Launched into orbit in late 2021, the James Webb Space Telescope is the most powerful space observatory ever built. Although it has been in operation for a little over a year, scientists have already made important observations with it and obtained very detailed images of some of the most interesting objects in space, from exoplanets to the interior of the Pillars of Creation.
But perhaps the most important discovery made with this telescope to date is the recent observation of six very massive galaxies that, according to our current understanding of the Universe, should not exist at all.
In a study published in Nature, an international team of researchers reported the detection of light emitted by these galaxies about 13 billion years ago, or to be more precise, 500 to 700 million years after the Big Bang.
The age of the galaxies was determined from the redshift of their radiation — a phenomenon in which the length of electromagnetic waves increases along with the expansion of the Universe, similar to the Doppler effect. Comparing the light wavelengths with what they expected from the radiation of real galaxies allows astronomers to figure out how long the light took to travel to get to Earth and hence how old the object it emitted is.
By analyzing the light intensity and spectrum, the scientists were able to deduce the masses of the galaxies and concluded that they are almost as large as our own Milky Way. This contradicts modern cosmology, which claims that such massive galaxies should not have formed during the early stages of the evolution of the Universe. This is because the formation of galaxies after the Big Bang is believed to take a long time, and those few hundreds of millions of years definitely should not have been enough.
“It’s bananas,” said Erica Nelson, assistant professor of astrophysics at CU Boulder and one of the authors of the study, in a press release. “You just don’t expect the early Universe to be able to organize itself that quickly. These galaxies should not have had time to form.”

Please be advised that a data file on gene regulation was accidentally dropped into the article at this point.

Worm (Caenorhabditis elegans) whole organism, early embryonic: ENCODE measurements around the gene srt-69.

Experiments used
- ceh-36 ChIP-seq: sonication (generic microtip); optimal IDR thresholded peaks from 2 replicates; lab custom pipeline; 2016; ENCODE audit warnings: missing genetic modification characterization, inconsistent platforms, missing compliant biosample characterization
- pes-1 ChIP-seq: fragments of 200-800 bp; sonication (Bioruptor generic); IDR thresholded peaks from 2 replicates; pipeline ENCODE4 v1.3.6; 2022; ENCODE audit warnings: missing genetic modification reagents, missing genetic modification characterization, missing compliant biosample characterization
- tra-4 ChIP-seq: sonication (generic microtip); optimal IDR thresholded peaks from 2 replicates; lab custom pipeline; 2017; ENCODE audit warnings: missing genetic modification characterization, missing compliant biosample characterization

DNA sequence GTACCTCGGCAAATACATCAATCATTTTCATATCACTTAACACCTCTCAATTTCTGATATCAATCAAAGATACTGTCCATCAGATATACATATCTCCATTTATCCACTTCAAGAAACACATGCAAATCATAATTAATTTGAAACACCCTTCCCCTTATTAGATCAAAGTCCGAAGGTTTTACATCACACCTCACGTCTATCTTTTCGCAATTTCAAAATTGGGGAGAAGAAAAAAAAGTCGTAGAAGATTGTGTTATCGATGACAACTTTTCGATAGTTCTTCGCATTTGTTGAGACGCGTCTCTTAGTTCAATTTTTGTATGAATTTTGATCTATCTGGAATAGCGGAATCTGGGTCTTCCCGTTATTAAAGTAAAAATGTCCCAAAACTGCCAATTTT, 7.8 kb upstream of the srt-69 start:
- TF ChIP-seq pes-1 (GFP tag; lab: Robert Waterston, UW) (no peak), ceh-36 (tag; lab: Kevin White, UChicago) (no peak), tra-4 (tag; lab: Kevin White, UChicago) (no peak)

In order for such large galaxies to form so quickly, the rate of star formation in them must have been orders of magnitude higher than what scientists expected.
“The Milky Way forms about one to two new stars every year,” explained Nelson. “Some of these galaxies would have to be forming hundreds of new stars a year for the entire history of the Universe.”
What this means for cosmology
These findings contradict not only theoretical ideas, but also the data collected by other well-known space observatories, such as the Hubble and Spitzer telescopes, which have previously observed galaxies of about the same age, but much less massive.
If true, these results will turn our understanding of the origin and evolution of the Universe on its head. However, the researchers note that in order to confidently declare such a sensational discovery defying the whole modern cosmological theory, further observations and data analysis are needed.
It is possible that their assumptions about the structure of galaxies and the details of their radiation spectrum are incorrect, and in reality, these galaxies are much lighter than the preliminary study suggests, which will make their masses consistent with theoretical understanding.
One other possible explanation for the contradiction is that these galaxies are not what scientists think they are, but new objects that would still be consistent with modern cosmological theory.
“Another possibility is that these things are a different kind of weird object, such as faint quasars, which would be just as interesting,” explained Nelson.
Whatever these objects are, further research is likely to have a very serious impact on our theories of the evolution of stars, galaxies, and perhaps the Universe as a whole, requiring a significant change in understanding of the processes occurring shortly after the Big Bang.
“If even one of these galaxies is real, it will push against the limits of our understanding of cosmology,” concluded Nelson.
Reference: Ivo Labbé et al., A population of red candidate massive galaxies ~ 600 Myr after the Big Ban, Nature (2023). DOI: 10.1038/s41586-023-05786-2.
Feature image: Images of six candidate massive galaxies, seen 500-700 million years after the Big Bang. One of the sources (bottom left) could contain as many stars as our present-day Milky Way, but is 30 times more compact. Image credit: NASA / ESA / CSA / I. Labbe, Swinburne University of Technology / G. Brammer, Niels Bohr Institute’s Cosmic Dawn Center, University of Copenhagen.